Are you an air conditioner user?
Research shows It’s easy to see why. Especially in the south, summer months without air conditioning can be uncomfortable and miserable. In spite of the fact that about ⅓ of houses below the poverty line use air conditioning, it’s not cheap. In the US, an estimated 29 billion dollars. That includes repairs and energy costs.
If you’re looking to cut down on your energy costs, a programmable thermostat is one way to save a lot of money throughout the year. You can set it to turn off when you’re not around, or put it on a timer at night and save yourself around $180 per year. lower CO2 emissions. For each degree above 72F, you’ll save 120 lbs of CO2.
Another thing to keep in mind about your air conditioner: Whatever you’re using, it’s important to keep it in proper repair at all times. A well-primed air conditioner is generally safe for the environment, except for the energy usage it takes to run it and the greenhouse gases it takes to produce it. But a damaged or leaky air condition carries a risk of pouring CFC or CFM into the atmosphere.
With only 42% of air conditioner owner’s calling a professional when a repair is needed, that’s a lot of greenhouse gases being poured into the air. And a lot of energy to run your HVAC system when it starts to get dusty or wear down. Make sure to get your central air unit cleaned regularly, and have your window box air conditioners checked out by a certified professional as soon as you notice leaking or any other kind of damage.
Another option is a portable AC unit. Smaller AC units run on battery power, which significantly reduces your energy output, and there are eco-friendly options that use greener sources of fuel. Since they’re made to be smaller, they’re great for campers, and tiny houses. It means you can take them with you wherever you go, even if it’s just to the next room. That saves energy, the environment, and your wallet!
These days, it’s more common to have an air conditioning unit than a dishwasher, or even a garage. It makes sense. With global warming heating the planet, keeping cool in the summertime becomes even tougher to keep cool. But with about 2 tons of carbon dioxide, it’s a complicated situation. The heat leads to the air conditioner, which increases greenhouse gas emissions, which is slowly cranking the heat up. Air conditioners are a fact of life, but there are steps you can take to keep costs and CO2 missions to a minimum
Check out the infographic below from https://homeairguides.com for 10 essential facts and stats on air conditioning…
Disaster can strike anywhere – and whether it’s a hurricane or tornado, an earthquake or a wildfire, it’s important that you know what precautions to take before returning home after you’ve evacuated.
You should never enter your home without getting the green light from local officials first. Sometimes it’s not safe yet, even when it appears to be, so wait for an “all clear” before you try venturing back into your neighborhood.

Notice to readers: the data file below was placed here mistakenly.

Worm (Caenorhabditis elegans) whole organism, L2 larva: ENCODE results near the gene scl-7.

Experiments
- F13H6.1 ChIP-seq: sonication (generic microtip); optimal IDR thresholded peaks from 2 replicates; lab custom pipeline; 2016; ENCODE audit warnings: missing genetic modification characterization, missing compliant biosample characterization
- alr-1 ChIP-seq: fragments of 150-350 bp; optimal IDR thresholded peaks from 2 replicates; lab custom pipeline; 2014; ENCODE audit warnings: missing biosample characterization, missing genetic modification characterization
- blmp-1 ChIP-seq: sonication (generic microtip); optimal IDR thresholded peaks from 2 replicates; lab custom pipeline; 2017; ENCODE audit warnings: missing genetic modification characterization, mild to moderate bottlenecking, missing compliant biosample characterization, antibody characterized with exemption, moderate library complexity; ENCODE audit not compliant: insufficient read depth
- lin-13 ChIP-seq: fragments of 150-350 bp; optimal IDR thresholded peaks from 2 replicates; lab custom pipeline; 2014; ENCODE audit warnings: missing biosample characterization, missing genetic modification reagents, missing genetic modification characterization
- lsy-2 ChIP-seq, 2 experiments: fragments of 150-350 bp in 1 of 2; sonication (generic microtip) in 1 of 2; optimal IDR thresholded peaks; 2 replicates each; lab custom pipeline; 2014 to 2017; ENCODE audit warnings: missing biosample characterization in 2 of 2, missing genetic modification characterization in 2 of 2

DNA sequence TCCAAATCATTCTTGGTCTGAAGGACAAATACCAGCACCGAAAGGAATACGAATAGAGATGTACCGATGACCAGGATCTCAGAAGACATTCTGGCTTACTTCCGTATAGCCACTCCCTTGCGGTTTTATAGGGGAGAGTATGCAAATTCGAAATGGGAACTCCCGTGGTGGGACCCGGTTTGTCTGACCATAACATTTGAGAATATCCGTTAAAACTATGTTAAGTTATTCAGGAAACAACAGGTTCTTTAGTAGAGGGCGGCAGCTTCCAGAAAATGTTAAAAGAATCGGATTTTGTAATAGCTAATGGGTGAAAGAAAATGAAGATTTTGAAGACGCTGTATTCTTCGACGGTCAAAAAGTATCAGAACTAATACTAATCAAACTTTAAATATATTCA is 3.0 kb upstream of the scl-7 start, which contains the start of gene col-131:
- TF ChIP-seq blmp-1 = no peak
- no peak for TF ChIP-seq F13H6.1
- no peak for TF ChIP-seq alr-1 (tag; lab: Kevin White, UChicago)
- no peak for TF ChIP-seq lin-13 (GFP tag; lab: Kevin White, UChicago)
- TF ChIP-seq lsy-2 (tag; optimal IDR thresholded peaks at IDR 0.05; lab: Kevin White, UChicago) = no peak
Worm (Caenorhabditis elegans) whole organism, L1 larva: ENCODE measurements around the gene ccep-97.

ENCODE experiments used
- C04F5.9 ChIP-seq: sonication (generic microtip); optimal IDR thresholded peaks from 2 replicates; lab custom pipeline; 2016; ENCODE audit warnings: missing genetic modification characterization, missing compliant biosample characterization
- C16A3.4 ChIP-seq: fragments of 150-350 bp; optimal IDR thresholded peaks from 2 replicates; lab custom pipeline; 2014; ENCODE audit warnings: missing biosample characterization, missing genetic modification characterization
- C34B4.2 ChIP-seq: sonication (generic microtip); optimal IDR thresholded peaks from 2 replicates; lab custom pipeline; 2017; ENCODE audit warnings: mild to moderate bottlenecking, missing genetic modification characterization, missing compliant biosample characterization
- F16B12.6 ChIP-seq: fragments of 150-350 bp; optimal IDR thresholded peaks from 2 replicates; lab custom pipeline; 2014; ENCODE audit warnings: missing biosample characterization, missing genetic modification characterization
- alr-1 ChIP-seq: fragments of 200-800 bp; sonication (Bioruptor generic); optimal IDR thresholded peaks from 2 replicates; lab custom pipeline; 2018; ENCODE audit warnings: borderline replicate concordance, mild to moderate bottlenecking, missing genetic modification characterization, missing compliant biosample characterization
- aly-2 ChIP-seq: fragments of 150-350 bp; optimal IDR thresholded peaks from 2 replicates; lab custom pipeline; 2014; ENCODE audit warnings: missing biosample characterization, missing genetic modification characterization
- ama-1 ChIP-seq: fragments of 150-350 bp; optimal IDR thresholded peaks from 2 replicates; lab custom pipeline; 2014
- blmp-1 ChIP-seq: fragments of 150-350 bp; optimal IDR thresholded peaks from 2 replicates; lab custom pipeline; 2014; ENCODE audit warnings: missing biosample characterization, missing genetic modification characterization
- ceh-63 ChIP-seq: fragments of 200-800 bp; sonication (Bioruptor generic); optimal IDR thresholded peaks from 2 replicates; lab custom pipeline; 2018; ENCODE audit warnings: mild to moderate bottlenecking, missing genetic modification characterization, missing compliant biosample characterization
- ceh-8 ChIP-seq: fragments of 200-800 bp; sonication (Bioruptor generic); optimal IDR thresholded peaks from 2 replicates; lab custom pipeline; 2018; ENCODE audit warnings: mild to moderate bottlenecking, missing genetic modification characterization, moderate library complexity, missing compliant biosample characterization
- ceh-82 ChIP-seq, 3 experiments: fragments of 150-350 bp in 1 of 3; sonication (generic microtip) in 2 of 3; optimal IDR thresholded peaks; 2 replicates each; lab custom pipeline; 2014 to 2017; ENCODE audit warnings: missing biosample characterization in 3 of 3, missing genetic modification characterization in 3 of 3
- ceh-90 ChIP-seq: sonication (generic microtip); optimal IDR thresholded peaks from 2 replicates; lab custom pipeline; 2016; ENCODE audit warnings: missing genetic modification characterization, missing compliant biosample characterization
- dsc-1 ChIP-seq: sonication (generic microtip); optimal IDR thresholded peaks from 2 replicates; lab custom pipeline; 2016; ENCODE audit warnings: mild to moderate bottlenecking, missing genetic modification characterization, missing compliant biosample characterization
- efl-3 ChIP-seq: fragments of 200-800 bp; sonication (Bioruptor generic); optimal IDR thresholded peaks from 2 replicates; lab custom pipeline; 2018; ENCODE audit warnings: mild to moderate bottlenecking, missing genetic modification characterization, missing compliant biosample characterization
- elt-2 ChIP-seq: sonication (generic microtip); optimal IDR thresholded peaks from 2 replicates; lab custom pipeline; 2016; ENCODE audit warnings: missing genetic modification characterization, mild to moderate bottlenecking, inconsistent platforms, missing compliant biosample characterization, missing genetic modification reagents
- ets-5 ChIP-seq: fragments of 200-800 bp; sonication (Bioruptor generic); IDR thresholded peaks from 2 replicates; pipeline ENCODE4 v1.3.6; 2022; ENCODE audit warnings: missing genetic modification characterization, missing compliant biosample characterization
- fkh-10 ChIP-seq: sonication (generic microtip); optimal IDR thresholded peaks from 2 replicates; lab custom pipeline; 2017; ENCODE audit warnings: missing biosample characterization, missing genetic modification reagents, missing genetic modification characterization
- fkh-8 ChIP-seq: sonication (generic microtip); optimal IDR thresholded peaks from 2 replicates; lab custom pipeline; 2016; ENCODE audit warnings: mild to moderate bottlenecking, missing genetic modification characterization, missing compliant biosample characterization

What to Check When You Return Home
Once officials say it’s safe to return to your home, you still have to be careful. When you arrive, make sure there are no immediate threats to your safety, such as:
• Cracks in your home’s foundation or roof that could cause the house to collapse
• Electrical issues, like downed power lines or shorts within your home
• Gas leaks that could signal a break in the gas line
• Water and sewage issues that can cause serious illness or death
• Air quality problems, like mold or carbon monoxide
Expert advice: Don’t bring your kids or pets when you return to inspect your home. Make sure it’s safe, and if possible, cleaned up and repaired before you bring your family with you.
Cracks in the Foundation or Roof
The first thing you should look at when returning home is your roof. Check for signs of damage from the front and back of the house before entering. If you notice any sagging or holes in the roof, be extremely cautious as it may not be stable.
Look for cracks in what you can see of the foundation, and peek inside the windows to see if there’s standing water or if ceilings are sagging – these are signs that the home’s structure is unstable and it could be dangerous for you to go inside.
If you believe it looks safe from the outside, you can head inside. (Check out this checklist to uncover storm damage before it’s too late for safety tips on inspecting your home.)
Who to Call: Contact a professional repairman, roofing specialist, contractor, or inspector to take a closer look at the damage.
Officials will warn you if there are downed power lines in your neighborhood, but in the absence of a warning, you still need to check things around your home.
You should never touch fallen electrical wires, and if there’s any standing water in your home, turn off the electrical power immediately as long as you don’t have to stand in water to do it.
Who to Call: In case of electrical issues, immediately call your local electrician for assistance.
If you smell natural gas or propane, don’t go in – even if you think it’s just that the pilot light in your stove is out or that it’s coming from elsewhere. Even a small spark, like one from your hot water heater or an electrical short, can cause an explosion.
Even if you don’t notice a smell, but you notice a hissing sound of gas escaping or see other signs of a leak: IMMEDIATELY EVACUATE the area and seek assistance.
Who to Call: Immediately contact your designated energy company, 24-hour emergency number at 1-800-400-4271, or call your local emergency response number.
Water and Sewage Problems